New Fridge - setting up monitoring

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We once had a cabin up on a mountain. On occasion, the power would go out and the refrigerator would let food thaw. When power returned, the only clue would be misshapen packages or a scent, so I wanted a sure-fire way to know not if there was a power failure, but whether a failure had affected the freezer and refrigerator contents.
The solution was inexpensive: a high/low thermometer from Radio Shack. When we'd go to the cabin, I'd simply look at the high temp and instantly know if the power had been off and if damage had been done.
Nonny
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Nonnymus wrote:

Hmm. Commercial coke machines, really just fancy refrigerators, already come with onboard sensors and alarm systems, web page control consoles for remote management, and modem (maybe even LAN by now) jacks. They even Phone Home when they need refilling, or the cash box is full. It'd be trivial for a manufacturer to add that to a home fridge. Probably already on the 'to do' list for the smart power networks the tree huggers keep pushing. Master Control up in the sky dials back the power whenever the temp is within acceptable range, and it hasn't logged a door opening in the last hour or something.
Another damn appliance smarter than the bipeds living there....
--
aem sends...

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There's an idea for dieters - a refrigerator that charges you a quarter every time you open the door. Probably ends up saving energy, especially if you have teenagers that like to stand in front of an open fridge for a long time with that "deer in the headlights" look.

Eventually, all major home appliances will have LAN enabled monitoring features built in. The problem is that every manufacturer wants a proprietary system. When that river is crossed, we'll see LAN jacks on everything. I'd hate to think my power company would EVER be able to tell me how cold my beer should be. That's when I'd go off the power net completely.

Just as long as they don't get "smart" like Microsoft and have a little paper clip pop up and annoy the living hell out of you. "I see you're looking for something to eat. I see you weigh more than government recommended target weight. You may access only the vegetable crisper." PS. If you do hate Clippy, just rename ACTORS directory in Windows to DEADACTORS. One of the more valuable things I've learned from Usenet.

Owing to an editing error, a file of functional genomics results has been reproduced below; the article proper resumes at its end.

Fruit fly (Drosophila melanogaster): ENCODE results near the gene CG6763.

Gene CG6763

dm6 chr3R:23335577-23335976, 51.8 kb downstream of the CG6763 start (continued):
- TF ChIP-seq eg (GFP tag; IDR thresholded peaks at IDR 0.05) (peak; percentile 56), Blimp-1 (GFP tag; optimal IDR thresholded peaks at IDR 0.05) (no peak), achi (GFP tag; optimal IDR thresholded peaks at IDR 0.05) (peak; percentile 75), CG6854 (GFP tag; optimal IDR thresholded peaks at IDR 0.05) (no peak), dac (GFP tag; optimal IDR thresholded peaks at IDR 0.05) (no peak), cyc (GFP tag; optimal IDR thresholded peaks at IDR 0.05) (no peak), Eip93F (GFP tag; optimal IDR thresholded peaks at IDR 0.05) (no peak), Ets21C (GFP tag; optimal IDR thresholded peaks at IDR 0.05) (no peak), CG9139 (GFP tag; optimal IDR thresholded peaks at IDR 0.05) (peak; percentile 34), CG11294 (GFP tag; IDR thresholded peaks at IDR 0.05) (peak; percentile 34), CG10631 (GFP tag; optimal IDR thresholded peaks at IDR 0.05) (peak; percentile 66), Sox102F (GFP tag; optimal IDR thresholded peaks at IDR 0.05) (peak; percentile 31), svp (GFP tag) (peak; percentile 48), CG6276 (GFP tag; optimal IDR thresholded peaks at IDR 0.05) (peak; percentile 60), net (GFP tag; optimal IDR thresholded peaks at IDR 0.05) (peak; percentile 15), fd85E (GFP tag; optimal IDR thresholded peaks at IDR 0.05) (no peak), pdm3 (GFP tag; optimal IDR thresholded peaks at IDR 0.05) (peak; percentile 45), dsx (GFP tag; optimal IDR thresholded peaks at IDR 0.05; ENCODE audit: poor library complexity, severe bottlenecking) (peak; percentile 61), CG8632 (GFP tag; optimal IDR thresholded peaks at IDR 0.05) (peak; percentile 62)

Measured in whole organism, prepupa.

Thanks for your input!
-- Bobby G.
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"PLEASE STEP ONTO WEIGHT PLATFORM FOR FRIDGE DOOR RELEASE OPTIONS"

There's an idea for dieters - a refrigerator that charges you a quarter every time you open the door. Probably ends up saving energy, especially if you have teenagers that like to stand in front of an open fridge for a long time with that "deer in the headlights" look.

Eventually, all major home appliances will have LAN enabled monitoring features built in. The problem is that every manufacturer wants a proprietary system. When that river is crossed, we'll see LAN jacks on everything. I'd hate to think my power company would EVER be able to tell me how cold my beer should be. That's when I'd go off the power net completely.

Just as long as they don't get "smart" like Microsoft and have a little paper clip pop up and annoy the living hell out of you. "I see you're looking for something to eat. I see you weigh more than government recommended target weight. You may access only the vegetable crisper." PS. If you do hate Clippy, just rename ACTORS directory in Windows to DEADACTORS. One of the more valuable things I've learned from Usenet.
Thanks for your input!
-- Bobby G.
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LOL. I could imagine.
When I lived in a house with 12 other kids in college, you could put a half gallon of ice cream in the freezer in the morning, and by 9PM there would be a sink full of dirty spoons and a single spoonful of ice cream left in the container. The only way to make ice cream last more than a day was to remove the ice cream from the store cardboard packaging and stick in a plastic container marked "frozen creamed corn" or worse.